Yeah, I know that the PLA-400 isn’t a wireless solution. But I included it to look at the throughput via the powerline connection, so that I could see if that was a throughput choke point.
Also note, as the insert in Figure 5 notes, data for the wireless products (Edimax and Engenius) is downlink only, where the powerline performance data is total transmit / receive. This doesn’t skew the results, since you’re seeing the total available throughput in each case.
The results in Figure 5 are pretty interesting and show that the best solution for providing the highest throughput to my Location 4 and 5 Wi-Fi dead zones is the HomePlug AV connection. In its worst case, throughput dropped only to ~23 Mbps, which could handle multiple standard definition video streams and at least one uncompressed HD stream.
If you go by the Total Average columns, then the Edimax draft 802.11n router delivered the next best performance. But if you look at the individual location results, you can see that Location 4 and 5 throughput was unusable. So, in reality, that draft 11n product provided no benefit in my Wi-Fi trouble spots.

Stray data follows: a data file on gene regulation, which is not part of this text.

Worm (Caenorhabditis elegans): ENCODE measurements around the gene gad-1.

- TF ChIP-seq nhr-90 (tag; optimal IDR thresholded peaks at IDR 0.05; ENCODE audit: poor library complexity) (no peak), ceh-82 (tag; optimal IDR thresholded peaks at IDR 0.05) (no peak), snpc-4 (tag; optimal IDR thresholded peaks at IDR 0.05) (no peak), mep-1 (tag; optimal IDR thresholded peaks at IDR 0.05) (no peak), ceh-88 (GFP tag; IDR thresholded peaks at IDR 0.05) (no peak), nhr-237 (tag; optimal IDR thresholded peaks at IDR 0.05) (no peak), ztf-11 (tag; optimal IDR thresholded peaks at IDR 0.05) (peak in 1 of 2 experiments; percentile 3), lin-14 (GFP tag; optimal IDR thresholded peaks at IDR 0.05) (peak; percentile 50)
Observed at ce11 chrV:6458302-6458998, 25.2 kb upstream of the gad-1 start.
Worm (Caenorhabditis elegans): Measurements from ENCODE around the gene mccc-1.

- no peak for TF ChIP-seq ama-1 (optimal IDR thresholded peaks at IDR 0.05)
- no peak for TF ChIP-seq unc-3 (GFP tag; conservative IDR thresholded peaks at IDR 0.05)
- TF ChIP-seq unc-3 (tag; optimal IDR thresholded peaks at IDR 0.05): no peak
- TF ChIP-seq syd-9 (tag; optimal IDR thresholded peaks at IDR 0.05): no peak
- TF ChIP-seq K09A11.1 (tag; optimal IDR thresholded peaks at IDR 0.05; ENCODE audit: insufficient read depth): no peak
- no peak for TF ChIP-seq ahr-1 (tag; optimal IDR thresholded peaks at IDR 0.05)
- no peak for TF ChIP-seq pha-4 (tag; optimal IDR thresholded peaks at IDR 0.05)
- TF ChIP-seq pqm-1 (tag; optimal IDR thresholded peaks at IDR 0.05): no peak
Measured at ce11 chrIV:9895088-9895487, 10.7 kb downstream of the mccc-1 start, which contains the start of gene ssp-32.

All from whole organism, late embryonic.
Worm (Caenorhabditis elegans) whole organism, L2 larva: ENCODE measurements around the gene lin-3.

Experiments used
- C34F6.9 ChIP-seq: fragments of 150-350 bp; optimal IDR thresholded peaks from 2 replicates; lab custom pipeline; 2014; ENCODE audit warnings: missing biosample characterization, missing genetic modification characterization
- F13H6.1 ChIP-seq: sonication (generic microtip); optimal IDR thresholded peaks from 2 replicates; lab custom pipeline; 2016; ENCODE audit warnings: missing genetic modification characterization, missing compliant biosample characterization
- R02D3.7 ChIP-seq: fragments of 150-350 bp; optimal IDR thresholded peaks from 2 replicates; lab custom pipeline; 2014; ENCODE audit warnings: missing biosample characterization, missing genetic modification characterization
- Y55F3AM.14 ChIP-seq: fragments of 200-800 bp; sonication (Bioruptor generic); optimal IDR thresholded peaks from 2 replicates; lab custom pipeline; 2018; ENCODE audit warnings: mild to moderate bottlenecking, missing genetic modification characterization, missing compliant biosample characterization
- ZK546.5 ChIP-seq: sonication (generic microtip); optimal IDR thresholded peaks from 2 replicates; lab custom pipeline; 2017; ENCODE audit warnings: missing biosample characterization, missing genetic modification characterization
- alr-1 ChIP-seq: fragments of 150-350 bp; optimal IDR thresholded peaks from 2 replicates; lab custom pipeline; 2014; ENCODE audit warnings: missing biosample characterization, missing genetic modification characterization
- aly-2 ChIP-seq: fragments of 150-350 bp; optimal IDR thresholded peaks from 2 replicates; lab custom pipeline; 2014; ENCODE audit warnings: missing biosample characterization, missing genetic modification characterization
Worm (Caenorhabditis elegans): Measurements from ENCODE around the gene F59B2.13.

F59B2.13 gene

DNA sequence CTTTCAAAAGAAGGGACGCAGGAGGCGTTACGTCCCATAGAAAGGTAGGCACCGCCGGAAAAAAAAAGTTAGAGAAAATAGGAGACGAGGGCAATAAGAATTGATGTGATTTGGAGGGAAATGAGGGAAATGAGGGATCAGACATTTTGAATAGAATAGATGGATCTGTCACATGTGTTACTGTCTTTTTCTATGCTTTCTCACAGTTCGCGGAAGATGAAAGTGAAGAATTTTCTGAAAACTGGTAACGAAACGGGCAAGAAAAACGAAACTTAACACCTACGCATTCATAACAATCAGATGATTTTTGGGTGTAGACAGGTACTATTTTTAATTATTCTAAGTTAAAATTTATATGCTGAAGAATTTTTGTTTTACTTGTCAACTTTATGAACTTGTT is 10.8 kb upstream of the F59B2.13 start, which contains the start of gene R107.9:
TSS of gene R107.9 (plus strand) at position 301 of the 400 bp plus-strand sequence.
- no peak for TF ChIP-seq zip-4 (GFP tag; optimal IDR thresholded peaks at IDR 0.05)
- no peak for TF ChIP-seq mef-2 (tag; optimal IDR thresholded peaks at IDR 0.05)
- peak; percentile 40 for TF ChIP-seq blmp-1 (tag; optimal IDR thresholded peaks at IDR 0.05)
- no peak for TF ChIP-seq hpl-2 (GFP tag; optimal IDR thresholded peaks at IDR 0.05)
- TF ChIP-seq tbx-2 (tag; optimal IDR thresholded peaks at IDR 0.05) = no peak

The Engenius "high power" 11g adapter and the Zyxel EBG318S / PLA450 combo came out neck-and-neck for total average throughput. But again, you need to look at the individual Location results for the real story. Low performance in Location 2 brought down the combo’s average throughput, but it actually provided decent throughput in both Locations 4 and 5 at around 14 Mbps each. And since the Engenius adapter’s throughput was half of the Zyxel combo’s in Location 5, the advantage goes to the Zyxel combo.
One other "dead zone killer" I’ve tested is the Pepwave Surf AP200 [reviewed] This is an 802.11b/g repeater-type range extender. I didn’t include it in the charts, however, because my test method wasn’t consistent with the one used for the other products.